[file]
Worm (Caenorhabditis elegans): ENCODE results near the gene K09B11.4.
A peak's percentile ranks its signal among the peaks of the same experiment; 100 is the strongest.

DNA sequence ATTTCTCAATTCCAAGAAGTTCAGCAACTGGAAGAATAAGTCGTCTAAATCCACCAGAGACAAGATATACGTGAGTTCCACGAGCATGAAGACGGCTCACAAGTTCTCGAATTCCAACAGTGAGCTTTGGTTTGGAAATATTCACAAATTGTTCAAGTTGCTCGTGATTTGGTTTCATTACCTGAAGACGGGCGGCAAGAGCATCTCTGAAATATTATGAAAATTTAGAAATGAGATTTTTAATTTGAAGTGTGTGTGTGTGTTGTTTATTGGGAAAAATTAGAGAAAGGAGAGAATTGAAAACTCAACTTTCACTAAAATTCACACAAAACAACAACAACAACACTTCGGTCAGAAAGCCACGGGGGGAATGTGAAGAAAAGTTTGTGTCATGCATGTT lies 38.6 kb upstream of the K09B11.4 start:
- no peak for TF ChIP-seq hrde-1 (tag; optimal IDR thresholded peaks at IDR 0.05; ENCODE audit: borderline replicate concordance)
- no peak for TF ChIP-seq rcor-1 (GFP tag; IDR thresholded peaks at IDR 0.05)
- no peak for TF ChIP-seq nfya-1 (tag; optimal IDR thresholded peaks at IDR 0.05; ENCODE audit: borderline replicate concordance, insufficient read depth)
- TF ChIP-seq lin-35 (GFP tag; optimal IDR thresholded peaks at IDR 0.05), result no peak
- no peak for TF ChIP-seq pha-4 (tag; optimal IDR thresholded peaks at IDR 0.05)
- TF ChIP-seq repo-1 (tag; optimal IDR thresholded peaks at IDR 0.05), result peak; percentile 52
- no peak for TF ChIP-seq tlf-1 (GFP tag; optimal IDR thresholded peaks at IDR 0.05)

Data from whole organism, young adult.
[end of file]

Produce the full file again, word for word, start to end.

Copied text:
Worm (Caenorhabditis elegans): ENCODE results near the gene K09B11.4.
A peak's percentile ranks its signal among the peaks of the same experiment; 100 is the strongest.

DNA sequence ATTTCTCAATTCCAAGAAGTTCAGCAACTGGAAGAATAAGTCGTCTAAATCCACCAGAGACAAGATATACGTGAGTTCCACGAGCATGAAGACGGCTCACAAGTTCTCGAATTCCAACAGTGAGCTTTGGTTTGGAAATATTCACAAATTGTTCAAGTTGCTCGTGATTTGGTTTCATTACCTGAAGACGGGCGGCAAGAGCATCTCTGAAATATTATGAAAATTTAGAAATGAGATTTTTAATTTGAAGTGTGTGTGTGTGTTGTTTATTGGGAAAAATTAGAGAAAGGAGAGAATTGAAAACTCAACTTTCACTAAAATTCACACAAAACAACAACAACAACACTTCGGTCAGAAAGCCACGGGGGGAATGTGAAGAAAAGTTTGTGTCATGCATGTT lies 38.6 kb upstream of the K09B11.4 start:
- no peak for TF ChIP-seq hrde-1 (tag; optimal IDR thresholded peaks at IDR 0.05; ENCODE audit: borderline replicate concordance)
- no peak for TF ChIP-seq rcor-1 (GFP tag; IDR thresholded peaks at IDR 0.05)
- no peak for TF ChIP-seq nfya-1 (tag; optimal IDR thresholded peaks at IDR 0.05; ENCODE audit: borderline replicate concordance, insufficient read depth)
- TF ChIP-seq lin-35 (GFP tag; optimal IDR thresholded peaks at IDR 0.05), result no peak
- no peak for TF ChIP-seq pha-4 (tag; optimal IDR thresholded peaks at IDR 0.05)
- TF ChIP-seq repo-1 (tag; optimal IDR thresholded peaks at IDR 0.05), result peak; percentile 52
- no peak for TF ChIP-seq tlf-1 (GFP tag; optimal IDR thresholded peaks at IDR 0.05)

Data from whole organism, young adult.